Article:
Psychosis as a side effect of ice
What is Psychosis?
Some people who have never experienced psychosis will have a psychotic episode triggered by methamphetamine use as a side effect of ice. Typically, methamphetamine-induced psychosis resolves within a few days to a week after the effects of the drug wears off and the person rests and recuperates. A quiet, low-stimulus environment is recommended.
However, some clients will have psychotic symptoms as a side effect of ice lasting for weeks or months. These people need specialist psychiatric treatment and usually need antipsychotic medication.
Methamphetamine can trigger a first episode of psychosis in a person who was already at risk of developing schizophrenia or a related psychotic illness. In people recovering from a psychotic illness, methamphetamine use can trigger a relapse.
It is common to see clients with increasing agitation, insomnia, suspiciousness, paranoia, erratic behaviour and extreme fear or terror.
Acute effects of methamphetamine
Short-term side effect of ice include symptoms of withdrawal, and symptoms of longer-term psychosis can look similar. Acute side effects of ice can include intense fear, paranoia and panic states, illusions or hallucinations, loss of behavioural control and aggression. Withdrawal from methamphetamine can also cause irritability and agitation.
People who use methamphetamine present in states that range from mild psychotic symptoms to full-blown psychosis. At one end of the spectrum, clients will tell us ‘when I’m using I just start seeing these things, things happen and I have some weird experiences’, but they remain capable of stepping back from these unusual experiences and recognise them for what they are – symptoms of sleeplessness and the effects of methamphetamine. This situation is very different from the other end of the spectrum; working with a client who is psychotic and unable to discriminate between what is real and what is not.
In the middle of the spectrum, we see many clients with suspiciousness or odd thoughts that do not progress to psychosis. Many people that use methamphetamine tell us that they experience low-grade psychotic symptoms like visual illusions, fleeting hallucinations or odd thoughts that come and go.
About psychosis symptoms
Psychosis symptoms reflect significantly impaired contact with reality. Symptoms include:
- hallucinations, including auditory, tactile, visual hallucinations, gustatory (taste) and olfactory (smell)
- delusions, defined as fixed, false beliefs that do not change even when there is evidence that the belief is not logical (and not including culturally shared beliefs)
- paranoia is a form of delusion, which can extend from unwarranted suspiciousness and distrust, to delusions of persecution
- disordered thought, including confusion, inability to concentrate, sped-up or slowed-down thinking, jumping between topics with no apparent connection
- bizarre behaviour in response to delusions or hallucinations
- mood swings
Asking about psychosis symptoms as side effects of ice
Workers may not routinely attempt to assess whether people who use methamphetamine are experiencing psychotic symptoms as a side effect of ice. However, psychotic symptoms can disrupt our work with clients and make treatment less effective. For example, a client may experience a voice telling them not to listen to their psychologist or psychiatrist.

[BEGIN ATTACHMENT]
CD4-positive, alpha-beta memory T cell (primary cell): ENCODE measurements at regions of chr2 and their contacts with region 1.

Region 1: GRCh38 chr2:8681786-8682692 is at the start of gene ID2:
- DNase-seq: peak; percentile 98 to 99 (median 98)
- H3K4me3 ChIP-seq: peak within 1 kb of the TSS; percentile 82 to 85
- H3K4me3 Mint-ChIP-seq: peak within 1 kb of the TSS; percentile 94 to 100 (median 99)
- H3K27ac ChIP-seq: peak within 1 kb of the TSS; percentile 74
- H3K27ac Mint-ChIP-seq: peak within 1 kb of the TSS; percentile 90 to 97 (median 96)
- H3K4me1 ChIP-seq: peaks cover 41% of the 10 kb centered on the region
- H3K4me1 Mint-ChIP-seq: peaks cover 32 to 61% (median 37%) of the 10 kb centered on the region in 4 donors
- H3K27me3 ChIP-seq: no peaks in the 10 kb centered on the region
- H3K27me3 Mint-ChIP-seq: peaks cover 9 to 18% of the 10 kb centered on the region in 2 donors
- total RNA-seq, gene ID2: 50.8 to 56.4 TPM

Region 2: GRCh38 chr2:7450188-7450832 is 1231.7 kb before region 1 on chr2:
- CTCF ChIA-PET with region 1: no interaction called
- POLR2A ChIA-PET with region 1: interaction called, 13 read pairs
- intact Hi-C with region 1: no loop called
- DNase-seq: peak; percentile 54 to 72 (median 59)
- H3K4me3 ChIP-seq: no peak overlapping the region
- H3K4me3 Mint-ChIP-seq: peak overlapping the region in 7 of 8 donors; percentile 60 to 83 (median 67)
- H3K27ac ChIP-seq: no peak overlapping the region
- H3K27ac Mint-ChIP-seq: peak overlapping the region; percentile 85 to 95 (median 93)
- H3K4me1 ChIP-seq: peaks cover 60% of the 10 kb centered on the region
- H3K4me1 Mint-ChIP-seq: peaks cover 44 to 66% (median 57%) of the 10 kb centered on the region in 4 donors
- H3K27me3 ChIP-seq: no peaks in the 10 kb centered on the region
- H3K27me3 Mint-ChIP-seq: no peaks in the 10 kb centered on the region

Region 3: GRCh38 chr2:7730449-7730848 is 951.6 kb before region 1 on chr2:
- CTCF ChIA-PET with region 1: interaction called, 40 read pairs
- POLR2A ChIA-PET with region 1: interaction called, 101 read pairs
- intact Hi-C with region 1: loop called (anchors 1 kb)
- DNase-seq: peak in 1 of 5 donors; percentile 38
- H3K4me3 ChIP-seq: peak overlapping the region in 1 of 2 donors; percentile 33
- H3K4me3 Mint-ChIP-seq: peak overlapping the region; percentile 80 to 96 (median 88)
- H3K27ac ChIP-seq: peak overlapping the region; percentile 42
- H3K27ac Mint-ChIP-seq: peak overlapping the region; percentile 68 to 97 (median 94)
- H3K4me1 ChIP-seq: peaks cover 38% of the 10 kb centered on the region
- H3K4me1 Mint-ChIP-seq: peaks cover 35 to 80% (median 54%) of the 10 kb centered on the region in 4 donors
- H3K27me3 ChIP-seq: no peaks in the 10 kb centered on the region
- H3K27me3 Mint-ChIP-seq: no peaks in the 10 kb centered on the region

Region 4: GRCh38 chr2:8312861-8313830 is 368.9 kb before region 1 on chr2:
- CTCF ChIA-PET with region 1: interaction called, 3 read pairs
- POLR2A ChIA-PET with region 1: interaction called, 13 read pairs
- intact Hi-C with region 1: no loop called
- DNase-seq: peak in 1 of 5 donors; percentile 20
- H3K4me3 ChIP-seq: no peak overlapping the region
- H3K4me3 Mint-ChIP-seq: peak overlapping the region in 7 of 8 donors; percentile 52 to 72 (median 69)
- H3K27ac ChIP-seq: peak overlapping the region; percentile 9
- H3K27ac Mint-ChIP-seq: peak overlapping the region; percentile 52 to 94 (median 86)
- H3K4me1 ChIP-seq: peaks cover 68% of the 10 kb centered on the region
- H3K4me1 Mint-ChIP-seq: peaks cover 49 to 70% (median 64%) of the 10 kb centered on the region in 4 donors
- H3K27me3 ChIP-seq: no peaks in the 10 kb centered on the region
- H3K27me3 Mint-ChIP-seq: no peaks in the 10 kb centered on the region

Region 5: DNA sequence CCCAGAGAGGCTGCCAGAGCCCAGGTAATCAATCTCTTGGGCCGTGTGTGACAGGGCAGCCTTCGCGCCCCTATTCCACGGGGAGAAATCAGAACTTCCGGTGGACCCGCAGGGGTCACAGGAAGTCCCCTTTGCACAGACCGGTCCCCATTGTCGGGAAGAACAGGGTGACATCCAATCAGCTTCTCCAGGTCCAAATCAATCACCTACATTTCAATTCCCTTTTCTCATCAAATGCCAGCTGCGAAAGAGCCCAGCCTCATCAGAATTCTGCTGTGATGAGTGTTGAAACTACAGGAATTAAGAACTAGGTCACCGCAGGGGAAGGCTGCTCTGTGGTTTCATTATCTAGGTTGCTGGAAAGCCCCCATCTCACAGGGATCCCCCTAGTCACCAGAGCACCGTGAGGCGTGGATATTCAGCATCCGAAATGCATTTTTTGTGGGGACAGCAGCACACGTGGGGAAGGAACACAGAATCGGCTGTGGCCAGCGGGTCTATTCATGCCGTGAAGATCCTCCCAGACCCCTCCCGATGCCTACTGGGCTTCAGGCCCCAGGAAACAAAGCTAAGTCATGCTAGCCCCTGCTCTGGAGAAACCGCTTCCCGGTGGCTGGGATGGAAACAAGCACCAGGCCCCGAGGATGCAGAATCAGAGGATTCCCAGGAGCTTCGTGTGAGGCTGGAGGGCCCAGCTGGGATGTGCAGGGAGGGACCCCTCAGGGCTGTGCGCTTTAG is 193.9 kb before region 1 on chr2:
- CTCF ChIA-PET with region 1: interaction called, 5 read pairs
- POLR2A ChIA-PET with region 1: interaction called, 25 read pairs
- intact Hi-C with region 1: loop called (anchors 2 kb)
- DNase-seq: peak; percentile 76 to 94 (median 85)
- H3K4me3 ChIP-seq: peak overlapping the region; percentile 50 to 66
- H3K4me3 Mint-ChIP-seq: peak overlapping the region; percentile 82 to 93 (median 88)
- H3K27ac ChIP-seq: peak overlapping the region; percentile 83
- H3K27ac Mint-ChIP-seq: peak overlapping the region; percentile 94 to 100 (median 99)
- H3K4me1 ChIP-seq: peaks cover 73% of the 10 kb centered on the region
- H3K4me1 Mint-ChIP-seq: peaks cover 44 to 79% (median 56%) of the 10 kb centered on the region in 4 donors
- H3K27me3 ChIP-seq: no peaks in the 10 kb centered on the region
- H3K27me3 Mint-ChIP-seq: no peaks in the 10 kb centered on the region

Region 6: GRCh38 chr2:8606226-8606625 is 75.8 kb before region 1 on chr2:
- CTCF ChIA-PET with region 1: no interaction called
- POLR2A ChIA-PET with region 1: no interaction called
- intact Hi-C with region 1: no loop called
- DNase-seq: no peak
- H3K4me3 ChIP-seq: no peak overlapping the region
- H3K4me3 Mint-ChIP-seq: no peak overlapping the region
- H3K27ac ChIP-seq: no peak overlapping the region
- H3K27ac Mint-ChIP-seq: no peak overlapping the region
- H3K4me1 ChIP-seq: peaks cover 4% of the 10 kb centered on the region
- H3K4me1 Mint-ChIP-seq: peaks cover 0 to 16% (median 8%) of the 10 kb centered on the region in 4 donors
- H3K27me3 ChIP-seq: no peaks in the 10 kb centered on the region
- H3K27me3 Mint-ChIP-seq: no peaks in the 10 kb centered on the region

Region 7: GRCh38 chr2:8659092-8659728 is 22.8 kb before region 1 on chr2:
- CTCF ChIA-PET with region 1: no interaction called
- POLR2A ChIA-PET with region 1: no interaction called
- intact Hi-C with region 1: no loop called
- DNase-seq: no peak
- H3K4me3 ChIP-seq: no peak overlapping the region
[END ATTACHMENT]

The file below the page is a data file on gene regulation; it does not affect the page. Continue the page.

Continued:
While it may be obvious that a client has hallucinations, we will miss more subtle symptoms of psychosis and are likely to attribute signs to anxiety unless we watch carefully and ask about the symptoms directly.
A sensitive way of questioning people may be: “People who use methamphetamine sometimes feel scared or worried from time to time, or may even hear or see things that other people can’t. Has that ever happened to you?”
If a client answers yes, then gentle questioning to gain more detail is warranted. “Can you tell me a little more about that?” The information gained may trigger the need for a full mental health assessment.
Helping clients to identify what triggers psychotic symptoms and their particular early warning signs should be integral to an ongoing support plan including a relapse prevention plan.
It’s equally important not to assume that if the person is suspicious or seemingly paranoid that it is psychotic in nature. Due to lifestyle issues related to regular drug use, it may be quite possible that people are in a dangerous situation. Careful questioning is crucial.
Signs of low-grade (subacute) psychosis as a side effect of ice include:
- Acting in a suspicious, guarded or hypervigilant manner (e.g. constantly checking for threats in an exaggerated way) is a known side effect of ice
- Overvaluing ideas (e.g. placing special significance on ordinary events)
- Responding to illusions or misinterpreting the environment (e.g. mistaking a shadow for a person, or a random sound for a police car siren)
- Behaving erratically (e.g. falsely accusing others of doing something wrong, arguing with strangers)
Signs of acute psychosis as a side effect of ice include:
- Responding to delusions (e.g. feeling persecuted, believing others are threatening them or spying on them)
- Responding to hallucinations (e.g. hearing police cars, feeling bugs crawling under the skin, seeing things that are not there)
- Behaving strangely or uncontrolledly (e.g. shouting back at hallucinatory voices, whispering unnecessarily, barricading a room, checking doors and blinds, carrying a weapon)
- Speaking oddly (e.g. being illogical, disconnected or incoherent)
- Showing extreme or rapid mood swings.
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Read more about Methamphetamines in our extensive article about Ice.
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